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tv   Newsday  BBC News  June 14, 2019 1:00am-1:30am BST

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images distributed i'm samantha simmonds with bbc news. by iran press show fire and smoke our top story. billowing from a tanker said to have the united states has accused iran been attacked in the waters of carrying out attacks on two of the gulf of oman. tankers in the gulf of oman on a vitally important shipping that's all for now. route for oil exports. stay with bbc world news. disturbing you hello, this is newsday. i'm rico hizon in singapore. the crews of both tankers were forced to abandon ship, the headlines: and one was left on fire. iran says it had nothing to do hello. iran has denied any involvement, as the flooding and disruption and blamed the attacks on those with the attacks on two oil tankers. continues, particularly across parts who want to damage its relations but the united states of england, some spots have had three months worth ofjune rainfall and the uk think otherwise and just a week, over 150 with the rest of the world. it is the assessment millimetres in the wettest places. of the united states government president trump tweeted that the islamic republic of iran still rain in the forecast but not that his press secretary is responsible for the attacks that necessarily the same areas, sarah sanders will leave herjob occurred in the gulf of oman today. at the end of the month. as low pressure adopts a new position to the north—west she has been a fierce of the uk in the coming days, defender of the president. means showers are most frequent and this story is trending on and its another tweet in the north and the west. from the us president. and there is, as friday starts, this time he said he had met a fresh area of rain affecting parts the "prince of whales", of england and wales, misspelling the country's after a controversial name as the mammal. and difficult two years also rain in north—west scotland. he quickly corrected the mistake in the white house, press fairly chilly for the clearer parts but social media had a field day secretary sarah sanders of scotland and northern ireland confirms she's quitting as the day begins. with the image. but where you start the day at the end of the month. with rain, things should improve as we go through the day, i'm samantha simmons in london. also in the programme. it should brighten up and it will be calm descends on hong kong an afternoon of as government offices sunshine and showers. in the financial district stay shut here's a look at things at 8:00 in the morning. following the worst violence so you're in the rain in north—west scotland,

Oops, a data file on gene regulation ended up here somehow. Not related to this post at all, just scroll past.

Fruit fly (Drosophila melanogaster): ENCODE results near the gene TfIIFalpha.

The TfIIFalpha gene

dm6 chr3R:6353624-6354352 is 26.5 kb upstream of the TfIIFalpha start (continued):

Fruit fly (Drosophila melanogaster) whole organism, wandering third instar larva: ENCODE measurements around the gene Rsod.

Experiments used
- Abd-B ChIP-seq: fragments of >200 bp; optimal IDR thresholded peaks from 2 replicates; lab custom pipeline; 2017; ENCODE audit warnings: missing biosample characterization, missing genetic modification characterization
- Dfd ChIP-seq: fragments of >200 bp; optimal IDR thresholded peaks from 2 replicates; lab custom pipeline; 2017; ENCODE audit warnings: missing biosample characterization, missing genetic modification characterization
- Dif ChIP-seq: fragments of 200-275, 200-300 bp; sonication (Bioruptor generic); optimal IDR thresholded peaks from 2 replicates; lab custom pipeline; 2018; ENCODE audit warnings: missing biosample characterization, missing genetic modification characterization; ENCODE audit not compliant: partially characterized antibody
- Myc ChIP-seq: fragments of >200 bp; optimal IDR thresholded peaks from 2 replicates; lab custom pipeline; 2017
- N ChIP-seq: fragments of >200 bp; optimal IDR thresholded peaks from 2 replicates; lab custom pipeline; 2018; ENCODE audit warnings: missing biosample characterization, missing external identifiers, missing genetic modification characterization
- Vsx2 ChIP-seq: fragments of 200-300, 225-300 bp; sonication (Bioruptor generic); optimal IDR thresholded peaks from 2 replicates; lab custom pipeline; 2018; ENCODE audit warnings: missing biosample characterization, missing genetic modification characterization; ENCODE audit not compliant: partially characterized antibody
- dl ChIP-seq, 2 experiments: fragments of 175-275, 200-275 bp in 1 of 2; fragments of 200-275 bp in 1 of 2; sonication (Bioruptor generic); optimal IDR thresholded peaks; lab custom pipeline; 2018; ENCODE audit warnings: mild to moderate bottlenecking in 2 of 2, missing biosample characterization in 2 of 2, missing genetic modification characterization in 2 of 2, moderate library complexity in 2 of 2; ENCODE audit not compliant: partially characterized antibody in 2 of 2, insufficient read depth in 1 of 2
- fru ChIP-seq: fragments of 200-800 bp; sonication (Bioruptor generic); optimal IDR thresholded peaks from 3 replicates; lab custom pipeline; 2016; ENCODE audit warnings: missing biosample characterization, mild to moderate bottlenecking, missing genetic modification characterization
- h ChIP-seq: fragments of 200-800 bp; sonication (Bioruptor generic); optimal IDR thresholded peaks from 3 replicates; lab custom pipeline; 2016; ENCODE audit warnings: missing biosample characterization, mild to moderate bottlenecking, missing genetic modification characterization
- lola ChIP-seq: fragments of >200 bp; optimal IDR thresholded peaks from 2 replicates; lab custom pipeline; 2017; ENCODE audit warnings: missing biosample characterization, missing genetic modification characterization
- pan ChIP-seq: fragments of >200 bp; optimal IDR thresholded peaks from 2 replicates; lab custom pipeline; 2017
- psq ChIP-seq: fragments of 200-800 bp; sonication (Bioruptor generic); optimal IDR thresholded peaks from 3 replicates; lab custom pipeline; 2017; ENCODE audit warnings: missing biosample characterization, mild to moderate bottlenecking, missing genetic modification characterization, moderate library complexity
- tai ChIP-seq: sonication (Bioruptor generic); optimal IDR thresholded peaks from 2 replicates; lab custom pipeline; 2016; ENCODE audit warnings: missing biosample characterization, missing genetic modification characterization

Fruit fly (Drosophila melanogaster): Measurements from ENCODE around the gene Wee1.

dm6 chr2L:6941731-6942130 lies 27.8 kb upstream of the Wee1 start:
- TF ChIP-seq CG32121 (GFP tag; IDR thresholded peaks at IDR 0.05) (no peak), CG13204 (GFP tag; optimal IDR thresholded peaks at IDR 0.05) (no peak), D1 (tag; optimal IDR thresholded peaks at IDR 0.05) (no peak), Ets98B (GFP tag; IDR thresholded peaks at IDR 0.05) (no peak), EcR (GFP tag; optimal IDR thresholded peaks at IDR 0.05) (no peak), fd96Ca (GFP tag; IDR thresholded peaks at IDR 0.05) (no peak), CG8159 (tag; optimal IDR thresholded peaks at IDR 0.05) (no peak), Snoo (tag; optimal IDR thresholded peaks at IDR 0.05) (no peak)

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in the city for decades. especially into the western isles, a photo exhibition by the wife of one of china's most famous one or two showers elsewhere, dissidents, gives a rare but where you have got the clear skies and here insight into her life into northern ireland, too, your temperature could be around the mid single figures live from our studios as the day first starts. in singapore and london, but you can see the outbreaks this is bbc world news. it's newsday. of rain from northern england, the midlands into wales, perhaps affecting parts of south—west england, good morning. perhaps the odd showery burst it's 8am in singapore, 1 o'clock in the morning in london towards the south—east. and 4am in the gulf of oman, where two oil tankers were hit by explosions on thursday. but the further south—east you are, the us secretary of state mike pompeo has accused iran of carrying out the attacks. may well be seeing some sunshine a us navy destroyer is now heading to the scene. as the day begins. tehran has denied having anything to do with the incidents. here's our chief international so on through the day then, you can pick out the two areas of rainfall but they are slowly easing and things start to brighten up. more widely so by the afternoon, it is sunshine, showers, correspondent lyse doucet. may be heavy and thundery, very few for east anglia and south—east england, perhaps up to 20 celsius here.